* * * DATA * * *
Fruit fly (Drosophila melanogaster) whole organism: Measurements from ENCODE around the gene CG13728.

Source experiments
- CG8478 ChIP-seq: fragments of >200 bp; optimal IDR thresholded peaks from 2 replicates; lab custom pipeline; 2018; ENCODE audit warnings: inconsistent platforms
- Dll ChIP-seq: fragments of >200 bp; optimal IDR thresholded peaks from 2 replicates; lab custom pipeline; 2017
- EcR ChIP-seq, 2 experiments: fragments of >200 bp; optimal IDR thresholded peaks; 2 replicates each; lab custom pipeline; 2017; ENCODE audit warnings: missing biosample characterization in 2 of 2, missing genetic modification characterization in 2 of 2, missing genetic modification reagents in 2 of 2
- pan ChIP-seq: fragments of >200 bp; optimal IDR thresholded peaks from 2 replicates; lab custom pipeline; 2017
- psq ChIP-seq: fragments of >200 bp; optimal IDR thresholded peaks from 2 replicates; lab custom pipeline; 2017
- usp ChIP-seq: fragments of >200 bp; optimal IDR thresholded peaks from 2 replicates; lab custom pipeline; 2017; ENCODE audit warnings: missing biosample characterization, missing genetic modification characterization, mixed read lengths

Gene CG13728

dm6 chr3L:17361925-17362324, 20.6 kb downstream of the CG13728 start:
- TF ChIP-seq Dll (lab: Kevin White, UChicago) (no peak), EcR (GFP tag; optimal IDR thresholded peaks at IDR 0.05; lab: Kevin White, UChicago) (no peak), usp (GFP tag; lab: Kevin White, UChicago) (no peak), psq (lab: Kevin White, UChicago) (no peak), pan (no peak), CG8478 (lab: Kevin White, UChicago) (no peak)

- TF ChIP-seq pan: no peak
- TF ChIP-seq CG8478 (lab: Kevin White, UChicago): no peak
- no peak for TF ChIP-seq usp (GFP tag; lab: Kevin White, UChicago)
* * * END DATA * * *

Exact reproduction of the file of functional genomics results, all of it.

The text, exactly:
Fruit fly (Drosophila melanogaster) whole organism: Measurements from ENCODE around the gene CG13728.

Source experiments
- CG8478 ChIP-seq: fragments of >200 bp; optimal IDR thresholded peaks from 2 replicates; lab custom pipeline; 2018; ENCODE audit warnings: inconsistent platforms
- Dll ChIP-seq: fragments of >200 bp; optimal IDR thresholded peaks from 2 replicates; lab custom pipeline; 2017
- EcR ChIP-seq, 2 experiments: fragments of >200 bp; optimal IDR thresholded peaks; 2 replicates each; lab custom pipeline; 2017; ENCODE audit warnings: missing biosample characterization in 2 of 2, missing genetic modification characterization in 2 of 2, missing genetic modification reagents in 2 of 2
- pan ChIP-seq: fragments of >200 bp; optimal IDR thresholded peaks from 2 replicates; lab custom pipeline; 2017
- psq ChIP-seq: fragments of >200 bp; optimal IDR thresholded peaks from 2 replicates; lab custom pipeline; 2017
- usp ChIP-seq: fragments of >200 bp; optimal IDR thresholded peaks from 2 replicates; lab custom pipeline; 2017; ENCODE audit warnings: missing biosample characterization, missing genetic modification characterization, mixed read lengths

Gene CG13728

dm6 chr3L:17361925-17362324, 20.6 kb downstream of the CG13728 start:
- TF ChIP-seq Dll (lab: Kevin White, UChicago) (no peak), EcR (GFP tag; optimal IDR thresholded peaks at IDR 0.05; lab: Kevin White, UChicago) (no peak), usp (GFP tag; lab: Kevin White, UChicago) (no peak), psq (lab: Kevin White, UChicago) (no peak), pan (no peak), CG8478 (lab: Kevin White, UChicago) (no peak)

- TF ChIP-seq pan: no peak
- TF ChIP-seq CG8478 (lab: Kevin White, UChicago): no peak
- no peak for TF ChIP-seq usp (GFP tag; lab: Kevin White, UChicago)